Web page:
Proposed arms for the united states. A proper device (instead of arms) for the American states united would be the Father presenting the bundle of rods to his sons.
The motto “Insuperabiles si inseparabiles” an answer given in parl. to the H. of Lds & comm. 4. Inst. 35. He cites 4. H. 6. nu 12. parl. rolls, which I suppose was the time it happd.
A SUMMARY VIEW
A SUMMARY VIEW OF THE RIGHTS OF BRITISH AMERICA. SET FORTH IN SOME RESOLUTIONS INTENDED FOR THE INSPECTION OF THE PRESENT DELEGATES OF THE PEOPLE OF VIRGINIA. NOW IN CONVENTION.
By a NATIVE, and MEMBER of the HOUSE of BURGESSES. by Thomas Jefferson
WILLIAMSBURG: Printed by CLEMENTINARIND.
Est proprium munus magistratus intelligere, se gerere personam civitatis, debereque; ejus dignitatem & decus sustinere, servare leges, jura discribere, ea fidei suæ commissa meminisse.
Cicero De Of. L. 1, C. 34.
(Translation 1) It is the indispensible duty of the supreme magistrate to consider himself as acting for the whole community, and obliged to support its dignity, and assign to the people, with justice their various rights, as he would be faithful to the great trust reposed in him.
(Translation 2) It is the proper role of the captain of the act of understanding, to conduct themselves to the person of the city, take with you; to support the dignity and the honor of his, and maintain the laws, rights, into classes, to faith the soul has been entrusted to remember.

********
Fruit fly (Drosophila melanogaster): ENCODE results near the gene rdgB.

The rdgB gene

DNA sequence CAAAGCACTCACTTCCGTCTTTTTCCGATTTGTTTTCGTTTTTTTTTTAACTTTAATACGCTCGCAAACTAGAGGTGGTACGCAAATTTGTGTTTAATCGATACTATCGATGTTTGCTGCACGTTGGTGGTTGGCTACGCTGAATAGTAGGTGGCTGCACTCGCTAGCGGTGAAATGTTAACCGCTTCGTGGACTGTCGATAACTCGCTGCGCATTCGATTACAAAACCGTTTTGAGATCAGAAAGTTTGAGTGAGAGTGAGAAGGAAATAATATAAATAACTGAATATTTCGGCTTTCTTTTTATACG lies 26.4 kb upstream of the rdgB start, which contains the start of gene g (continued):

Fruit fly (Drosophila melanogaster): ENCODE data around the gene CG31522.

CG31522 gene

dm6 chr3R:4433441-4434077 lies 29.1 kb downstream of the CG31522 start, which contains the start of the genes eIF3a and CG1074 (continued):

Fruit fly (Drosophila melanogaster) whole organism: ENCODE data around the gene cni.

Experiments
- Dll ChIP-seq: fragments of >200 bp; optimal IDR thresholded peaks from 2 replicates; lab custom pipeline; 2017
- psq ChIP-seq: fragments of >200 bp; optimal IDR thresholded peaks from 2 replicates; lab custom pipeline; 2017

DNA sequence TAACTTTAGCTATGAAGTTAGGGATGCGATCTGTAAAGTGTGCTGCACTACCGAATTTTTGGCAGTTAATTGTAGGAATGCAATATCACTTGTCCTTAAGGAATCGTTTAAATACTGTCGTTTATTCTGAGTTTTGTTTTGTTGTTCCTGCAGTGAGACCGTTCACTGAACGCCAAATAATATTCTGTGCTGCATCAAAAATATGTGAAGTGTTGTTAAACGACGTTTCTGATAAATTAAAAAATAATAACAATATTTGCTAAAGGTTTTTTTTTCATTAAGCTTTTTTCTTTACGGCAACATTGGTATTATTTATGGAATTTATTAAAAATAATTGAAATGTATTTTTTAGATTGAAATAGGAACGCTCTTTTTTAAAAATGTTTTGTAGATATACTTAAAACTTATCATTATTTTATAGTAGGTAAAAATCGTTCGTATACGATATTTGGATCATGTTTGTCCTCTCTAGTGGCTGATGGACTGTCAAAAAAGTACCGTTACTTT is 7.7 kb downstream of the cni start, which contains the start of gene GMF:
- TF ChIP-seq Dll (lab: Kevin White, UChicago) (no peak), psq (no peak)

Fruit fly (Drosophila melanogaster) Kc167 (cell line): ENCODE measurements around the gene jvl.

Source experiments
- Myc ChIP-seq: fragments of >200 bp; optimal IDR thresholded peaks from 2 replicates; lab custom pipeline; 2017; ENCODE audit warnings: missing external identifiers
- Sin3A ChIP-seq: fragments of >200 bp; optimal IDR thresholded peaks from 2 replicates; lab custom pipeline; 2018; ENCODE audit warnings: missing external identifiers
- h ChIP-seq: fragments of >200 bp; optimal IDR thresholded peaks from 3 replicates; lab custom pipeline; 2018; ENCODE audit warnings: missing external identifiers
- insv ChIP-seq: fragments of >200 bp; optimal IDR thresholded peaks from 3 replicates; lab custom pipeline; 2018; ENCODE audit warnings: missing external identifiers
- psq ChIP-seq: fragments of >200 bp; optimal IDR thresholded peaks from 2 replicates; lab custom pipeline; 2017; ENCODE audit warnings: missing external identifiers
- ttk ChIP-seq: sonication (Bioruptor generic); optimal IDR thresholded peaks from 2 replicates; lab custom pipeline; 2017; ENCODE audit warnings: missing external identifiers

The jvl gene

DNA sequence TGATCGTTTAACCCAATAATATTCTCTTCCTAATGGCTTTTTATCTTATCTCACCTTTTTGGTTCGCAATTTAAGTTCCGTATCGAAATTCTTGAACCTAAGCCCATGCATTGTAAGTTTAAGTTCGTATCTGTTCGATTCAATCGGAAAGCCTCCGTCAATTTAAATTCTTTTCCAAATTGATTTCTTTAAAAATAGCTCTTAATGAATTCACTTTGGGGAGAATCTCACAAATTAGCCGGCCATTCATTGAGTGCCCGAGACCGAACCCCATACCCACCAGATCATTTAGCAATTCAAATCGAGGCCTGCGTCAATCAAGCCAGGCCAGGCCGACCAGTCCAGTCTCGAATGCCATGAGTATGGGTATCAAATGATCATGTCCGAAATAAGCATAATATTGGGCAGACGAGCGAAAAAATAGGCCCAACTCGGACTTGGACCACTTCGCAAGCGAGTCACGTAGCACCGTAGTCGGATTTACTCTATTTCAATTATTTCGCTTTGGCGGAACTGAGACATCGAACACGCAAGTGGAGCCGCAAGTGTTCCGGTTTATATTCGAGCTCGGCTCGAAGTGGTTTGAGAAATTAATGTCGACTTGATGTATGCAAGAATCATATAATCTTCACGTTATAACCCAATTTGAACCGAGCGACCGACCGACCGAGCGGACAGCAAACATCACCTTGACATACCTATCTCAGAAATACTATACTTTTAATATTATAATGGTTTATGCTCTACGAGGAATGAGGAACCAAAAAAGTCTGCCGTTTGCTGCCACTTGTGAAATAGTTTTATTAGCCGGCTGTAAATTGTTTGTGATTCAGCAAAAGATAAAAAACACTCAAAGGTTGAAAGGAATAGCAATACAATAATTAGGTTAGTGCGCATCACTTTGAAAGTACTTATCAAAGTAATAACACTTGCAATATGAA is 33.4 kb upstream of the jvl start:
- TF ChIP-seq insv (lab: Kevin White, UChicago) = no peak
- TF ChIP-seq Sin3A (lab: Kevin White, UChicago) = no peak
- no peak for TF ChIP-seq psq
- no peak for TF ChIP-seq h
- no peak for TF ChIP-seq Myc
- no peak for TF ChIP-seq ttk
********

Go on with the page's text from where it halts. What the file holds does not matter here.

the preface of the editors
The following piece was intended to convey to the late meeting of DELEGATES the sentiments of one of their body, whose personal attendance was prevented by an accidental illness. In it the sources of our present unhappy differences are traced with such faithful accuracy, and the opinions entertained by every free American expressed with such a manly firmness, that it must be pleasing to the present, and may be useful to future ages. It will evince to the world the moderation of our late convention, who have only touched with tenderness many of the claims insisted on in this pamphlet, though every heart acknowledged their justice. Without the knowledge of the author, we have ventured to communicate his sentiments to the public, who have certainly a right to know what the best and wisest of their members have thought on a subject in which they are so deeply interested.
A SUMMARY VIEW 1774